The Government and the Federal Republic of Germany, yesterday, signed a bilateral agreement worth €15 million (about Rwf13 billion) to support energy supply in the country and the Great Lakes region. During the signing ceremony at the Ministry of Finance and Economic Planning headquarters in Kigali, the minister, Amb. Claver Gatete, explained that the grant will be fully designated to the regional "Hydropower Station Ruzizi III" project.
An emergency response vehicle and 208 water tanks have been provided to the Republic of the Marshall Islands this week as part of ongoing support to boost emergency response efforts in the small Pacific Island nation. The timely gesture has been made possible through the European Union’s €19.37million Building Safety and Resilience in the Pacific Project (BSRP), implemented by the Pacific Community (SPC).
The European Union has reaffirmed its support for Fiji in the wake of Tropical Cyclone Winston and says detailed discussions will be held in the coming weeks on European assistance in the recovery and rebuilding phase. The assurance was made by the European Commission’s Director for Asia and the Pacific responsible for Europe Aid, Pierre Amilhat, at a meeting in Frankfurt, Germany, with the Attorney-General and Minister for Finance, Aiyaz Sayed-Khaiyum. Mr Amilhat said he intended to hold talks with the AG in the next few weeks to canvass a number of areas of support, including initiatives and programs for the sugar cane industry.
European Union represents the most successful process of regional integration and remains the richest continent in the world, says EU ambassador to Fiji and the Pacific Andrew Jacobs. Speaking at the Europe Day celebrations in Suva, Jacobs said despite the difficulties faced by the union, there was much to be celebrated. “Over the years our union has grown from six members in 1957 to twenty-eight, with 500 million people,” Jacobs said. “The dreams of our founding fathers have become a reality and Europeans live together in peace and prosperity, bound together by principles of democracy and human rights.
German Chancellor Angela Merkel will be among some 50 leaders attending the first-ever world humanitarian summit in Istanbul to rethink the global aid strategy, UN diplomats said yesterday (9 May). The 23-24 May summit has been criticized by medical charity Doctors Without Borders (MSF), which announced it will not be taking part, calling it a “fig leaf of good intentions”. Merkel, who has been at the centre of Europe’s refugee crisis, confirmed her attendance, as did Dutch Prime Minister Mark Rutte, whose country holds the six-month presidency of the European Union.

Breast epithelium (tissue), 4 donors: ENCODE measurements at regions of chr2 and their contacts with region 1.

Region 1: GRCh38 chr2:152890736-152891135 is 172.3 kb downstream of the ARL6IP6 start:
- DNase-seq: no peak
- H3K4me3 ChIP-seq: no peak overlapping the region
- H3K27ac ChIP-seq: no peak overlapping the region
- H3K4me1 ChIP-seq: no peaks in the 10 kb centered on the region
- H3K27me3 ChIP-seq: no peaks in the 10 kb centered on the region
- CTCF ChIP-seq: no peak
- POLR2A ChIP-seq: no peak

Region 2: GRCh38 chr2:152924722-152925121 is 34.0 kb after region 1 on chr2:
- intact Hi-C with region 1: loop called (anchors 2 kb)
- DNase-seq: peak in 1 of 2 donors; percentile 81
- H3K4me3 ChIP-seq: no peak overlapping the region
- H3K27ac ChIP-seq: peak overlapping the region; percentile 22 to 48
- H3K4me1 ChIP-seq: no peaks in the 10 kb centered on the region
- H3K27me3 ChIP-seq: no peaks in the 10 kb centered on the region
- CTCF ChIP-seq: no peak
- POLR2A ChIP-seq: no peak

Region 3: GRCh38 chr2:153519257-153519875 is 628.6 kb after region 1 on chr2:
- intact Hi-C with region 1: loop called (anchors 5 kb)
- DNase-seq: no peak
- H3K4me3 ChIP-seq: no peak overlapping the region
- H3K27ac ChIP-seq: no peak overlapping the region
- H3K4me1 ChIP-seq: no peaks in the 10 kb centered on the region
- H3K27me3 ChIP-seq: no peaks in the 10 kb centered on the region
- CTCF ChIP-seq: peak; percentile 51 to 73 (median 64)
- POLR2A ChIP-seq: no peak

It’s a project to rival the Great Wall of China and Game of Thrones’ formidable barrier that protects the inhabitants of Westeros from the horrors to the north. The Great Green Wall is Africa’s solution to the rapidly expanding Sahara desert. It would eventually see a wall of greenery extending from Senegal on the Atlantic coast to Djibouti on the Gulf of Aden. In 2007, the African Union officially launched the project, but it has been mooted for decades, since Richard St. Barbe Baker, a British environmental activist, suggested it back in the 1950s. The aim is to prevent the further degradation of soil and desertification of local communities in 14 countries.
A number of Finnish companies have shown interest in investing in Zambia, the Finnish Government has disclosed. Foreign Trade and Development minister Lenita Toivakka said here that a number of Finnish companies are interested in investing in Zambia which is one of the countries with the best investment climate. Ms Toivakka said the areas the companies were targeting are the green technology and renewable energy.
The Netherlands government has pledged 1,5 million euros to Zimbabwe as assistance towards fighting the effects of the El Nino-induced drought. This is part of the 8 million euros that was pledged to Southern Africa by the Dutch government. Speaking at the Netherlands National King's Day celebrations last Thursday, Netherlands Ambassador to Zimbabwe Ms Gera Sneller said this would help enhance mutual relations between the two countries. "El Nino has hit Zimbabwe hard and the Government has been forced to declare it an emergency situation.
This report examines various interactions between trade policy, with a specific focus on market access conditions, and factors that constitute the basis for achieving sustainable development. Market access conditions vis-avis imports are determined by a combination of border measures and behind the border measures, both of which add costs to the price of an imported product. By generating significant impact upon consumer welfare and the competitiveness of domestic industries, market access conditions in international trade thus are a key determinant of the effectiveness of trade as a means of implementation.
Last week, the EU’s most senior foreign affairs, development and emergency aid officials travelled to Addis Ababa to pledge a further €122 million in European aid to head off the deteriorating humanitarian crisis in the country from heading into a full-blown famine. It was a mark of the gravity of the El Niño weather phenomenon, a rising of surface sea temperatures, exacerbated by climate change, which has the contradictory affects of increasing both flooding, and – in large parts of East Africa and the Horn of Africa – droughts. Ethiopia – a country of some 100 million people – has been the worst affected, with more than 10% of its population reliant on food aid for survival.